In Utah, the legal definition for meth contamination is 1.0 ug/100 sq cm. This compares with the EPA recommended value of 1.5 ug/100 sq cm. A key issue to understanding meth contamination is the difference between meth labs, or “cooking meth”, vs. meth “use”, or smoking the substance. Because lab contamination levels are considerably higher than for use, EPA has recommended that labs be slated for cleanup, and that homes which have only seen “use” not be subject to remediation. The problem here is that one can rarely identify the difference after the fact- contaminated is contaminated. Utah’s approach has been to require that any home contaminated above 1.0 ug/l be professionally remediated.

Cleanup (Decontamination)

Meth can be a very difficult material to clean up. It is found in highest concentrations at the most difficult locations, and the most commonly recommended materials for cleanup are often ineffective. While certain governmental entities recommend a detergent solution, it is our experience that these solutions predictably produce failing results, even after repeated treatments. If your home is contaminated, there are some basics that you must know. The first thing to know is that unless there has been heavy structural damage or fires, or other damage of that level, most homes can be successfully remediated.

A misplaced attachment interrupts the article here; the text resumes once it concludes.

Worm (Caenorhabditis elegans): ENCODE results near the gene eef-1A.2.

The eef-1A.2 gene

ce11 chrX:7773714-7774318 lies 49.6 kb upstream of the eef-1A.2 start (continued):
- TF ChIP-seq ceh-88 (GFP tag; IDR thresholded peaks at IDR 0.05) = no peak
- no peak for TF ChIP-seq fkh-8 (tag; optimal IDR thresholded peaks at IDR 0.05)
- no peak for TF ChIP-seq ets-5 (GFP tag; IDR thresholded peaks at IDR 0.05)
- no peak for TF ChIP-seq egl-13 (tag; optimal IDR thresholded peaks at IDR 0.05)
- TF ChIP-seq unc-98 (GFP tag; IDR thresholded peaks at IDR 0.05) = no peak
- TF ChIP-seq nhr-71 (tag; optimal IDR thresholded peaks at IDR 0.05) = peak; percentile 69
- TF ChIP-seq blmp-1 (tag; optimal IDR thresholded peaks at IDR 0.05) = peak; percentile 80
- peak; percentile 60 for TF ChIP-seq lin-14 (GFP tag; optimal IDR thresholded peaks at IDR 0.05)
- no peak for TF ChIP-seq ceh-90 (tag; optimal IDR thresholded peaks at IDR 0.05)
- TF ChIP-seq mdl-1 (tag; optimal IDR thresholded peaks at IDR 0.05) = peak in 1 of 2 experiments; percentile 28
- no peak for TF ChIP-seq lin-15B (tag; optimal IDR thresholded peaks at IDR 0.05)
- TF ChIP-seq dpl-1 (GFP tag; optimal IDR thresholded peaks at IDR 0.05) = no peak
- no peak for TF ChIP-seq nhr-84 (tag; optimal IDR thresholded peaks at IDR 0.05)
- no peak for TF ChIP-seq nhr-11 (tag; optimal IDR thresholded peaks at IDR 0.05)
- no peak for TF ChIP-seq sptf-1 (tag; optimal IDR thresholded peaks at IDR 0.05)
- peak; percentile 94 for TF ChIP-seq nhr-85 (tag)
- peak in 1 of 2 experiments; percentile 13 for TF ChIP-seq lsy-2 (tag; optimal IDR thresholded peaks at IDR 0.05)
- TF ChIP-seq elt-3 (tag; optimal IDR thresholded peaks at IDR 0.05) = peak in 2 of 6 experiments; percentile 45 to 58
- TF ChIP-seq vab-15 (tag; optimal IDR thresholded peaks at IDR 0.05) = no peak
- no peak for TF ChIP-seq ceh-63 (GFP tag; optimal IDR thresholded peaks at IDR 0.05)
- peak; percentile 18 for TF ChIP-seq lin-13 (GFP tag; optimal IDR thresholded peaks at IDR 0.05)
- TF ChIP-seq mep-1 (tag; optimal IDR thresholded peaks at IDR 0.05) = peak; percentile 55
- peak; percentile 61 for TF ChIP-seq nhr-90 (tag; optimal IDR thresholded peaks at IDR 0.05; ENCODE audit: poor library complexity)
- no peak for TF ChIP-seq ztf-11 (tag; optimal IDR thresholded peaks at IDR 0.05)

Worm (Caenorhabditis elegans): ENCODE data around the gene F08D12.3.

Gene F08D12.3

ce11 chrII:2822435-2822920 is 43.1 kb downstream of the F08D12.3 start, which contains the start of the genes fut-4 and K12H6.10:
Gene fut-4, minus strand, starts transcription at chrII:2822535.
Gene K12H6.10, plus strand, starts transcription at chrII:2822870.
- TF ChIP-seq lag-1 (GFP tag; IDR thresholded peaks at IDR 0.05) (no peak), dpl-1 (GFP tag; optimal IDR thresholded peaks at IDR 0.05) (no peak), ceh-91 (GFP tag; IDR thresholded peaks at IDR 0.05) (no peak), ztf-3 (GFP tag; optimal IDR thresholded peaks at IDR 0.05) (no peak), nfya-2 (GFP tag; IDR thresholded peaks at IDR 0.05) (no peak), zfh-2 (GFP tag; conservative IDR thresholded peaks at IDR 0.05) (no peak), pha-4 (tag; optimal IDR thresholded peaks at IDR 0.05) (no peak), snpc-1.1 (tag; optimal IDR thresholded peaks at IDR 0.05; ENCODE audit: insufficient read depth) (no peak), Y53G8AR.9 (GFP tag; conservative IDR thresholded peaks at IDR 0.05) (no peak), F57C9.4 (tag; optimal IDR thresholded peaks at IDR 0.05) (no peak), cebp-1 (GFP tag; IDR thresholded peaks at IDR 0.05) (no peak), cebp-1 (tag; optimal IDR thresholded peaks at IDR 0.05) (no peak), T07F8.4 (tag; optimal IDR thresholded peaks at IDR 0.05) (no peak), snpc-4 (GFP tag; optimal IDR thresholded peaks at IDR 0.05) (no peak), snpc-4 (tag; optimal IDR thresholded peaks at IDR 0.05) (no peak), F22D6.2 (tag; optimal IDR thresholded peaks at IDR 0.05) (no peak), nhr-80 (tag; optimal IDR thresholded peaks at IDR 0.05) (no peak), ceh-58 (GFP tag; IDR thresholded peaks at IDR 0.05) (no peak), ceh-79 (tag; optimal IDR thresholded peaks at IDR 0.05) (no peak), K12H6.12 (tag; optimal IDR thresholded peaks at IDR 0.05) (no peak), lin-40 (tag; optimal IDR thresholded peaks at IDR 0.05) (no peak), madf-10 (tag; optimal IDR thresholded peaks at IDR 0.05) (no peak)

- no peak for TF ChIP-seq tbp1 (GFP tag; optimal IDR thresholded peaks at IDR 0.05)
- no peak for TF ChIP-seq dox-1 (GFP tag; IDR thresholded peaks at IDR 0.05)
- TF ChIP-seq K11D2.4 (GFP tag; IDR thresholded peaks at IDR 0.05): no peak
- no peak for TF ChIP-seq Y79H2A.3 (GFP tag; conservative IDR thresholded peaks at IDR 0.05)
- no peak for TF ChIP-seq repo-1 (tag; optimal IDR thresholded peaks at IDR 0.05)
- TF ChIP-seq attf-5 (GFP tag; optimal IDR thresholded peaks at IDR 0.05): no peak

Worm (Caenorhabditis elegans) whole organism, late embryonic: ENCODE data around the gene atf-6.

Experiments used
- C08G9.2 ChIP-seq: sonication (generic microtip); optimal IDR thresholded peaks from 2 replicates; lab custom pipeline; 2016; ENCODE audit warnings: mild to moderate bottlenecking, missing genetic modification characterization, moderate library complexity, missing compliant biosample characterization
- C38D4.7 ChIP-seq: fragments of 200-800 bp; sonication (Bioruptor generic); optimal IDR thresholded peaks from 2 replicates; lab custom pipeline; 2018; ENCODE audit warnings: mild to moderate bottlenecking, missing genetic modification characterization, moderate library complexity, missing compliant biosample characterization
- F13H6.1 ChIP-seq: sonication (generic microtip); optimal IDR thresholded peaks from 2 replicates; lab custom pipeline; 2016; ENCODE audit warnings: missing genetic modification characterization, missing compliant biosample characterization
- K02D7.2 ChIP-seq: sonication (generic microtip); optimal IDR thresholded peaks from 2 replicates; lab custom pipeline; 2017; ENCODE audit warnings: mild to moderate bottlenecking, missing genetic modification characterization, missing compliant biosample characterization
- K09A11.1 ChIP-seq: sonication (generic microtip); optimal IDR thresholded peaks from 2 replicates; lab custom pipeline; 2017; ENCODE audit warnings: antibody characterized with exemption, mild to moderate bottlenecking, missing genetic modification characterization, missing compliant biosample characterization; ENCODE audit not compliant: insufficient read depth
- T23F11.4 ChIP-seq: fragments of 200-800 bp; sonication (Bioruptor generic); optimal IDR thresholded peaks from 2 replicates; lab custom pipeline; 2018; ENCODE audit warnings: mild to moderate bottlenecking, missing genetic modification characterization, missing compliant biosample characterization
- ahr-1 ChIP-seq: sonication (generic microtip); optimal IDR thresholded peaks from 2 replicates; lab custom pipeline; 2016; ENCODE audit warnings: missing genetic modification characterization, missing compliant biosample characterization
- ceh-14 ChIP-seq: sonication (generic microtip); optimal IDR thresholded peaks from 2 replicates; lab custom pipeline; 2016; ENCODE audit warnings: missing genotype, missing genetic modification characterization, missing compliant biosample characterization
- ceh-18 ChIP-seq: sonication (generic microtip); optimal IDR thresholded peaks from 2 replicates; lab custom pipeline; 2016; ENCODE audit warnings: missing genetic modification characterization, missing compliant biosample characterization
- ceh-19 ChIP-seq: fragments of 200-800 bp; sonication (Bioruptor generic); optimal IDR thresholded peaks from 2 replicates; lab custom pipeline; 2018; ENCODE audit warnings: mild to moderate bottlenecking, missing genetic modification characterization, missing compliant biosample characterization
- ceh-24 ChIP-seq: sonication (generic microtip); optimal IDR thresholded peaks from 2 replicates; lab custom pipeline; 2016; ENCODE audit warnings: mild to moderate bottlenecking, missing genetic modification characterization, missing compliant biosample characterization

What you can expect if your home is decontaminated

When a home is decontaminated, the goal is to prove through testing that every room in the home is below the threshold defined by the State of Utah (UAC R311-500) Department of Health, and by the local health department. Utah code currently requires that no single location have a test result higher than 1.0 microgram per 100 square centimeters (1.0 ug/ 100 sq cm). This is roughly a grain of salt spread over an area the size of the palm of your hand.

Can you “clean” all the meth?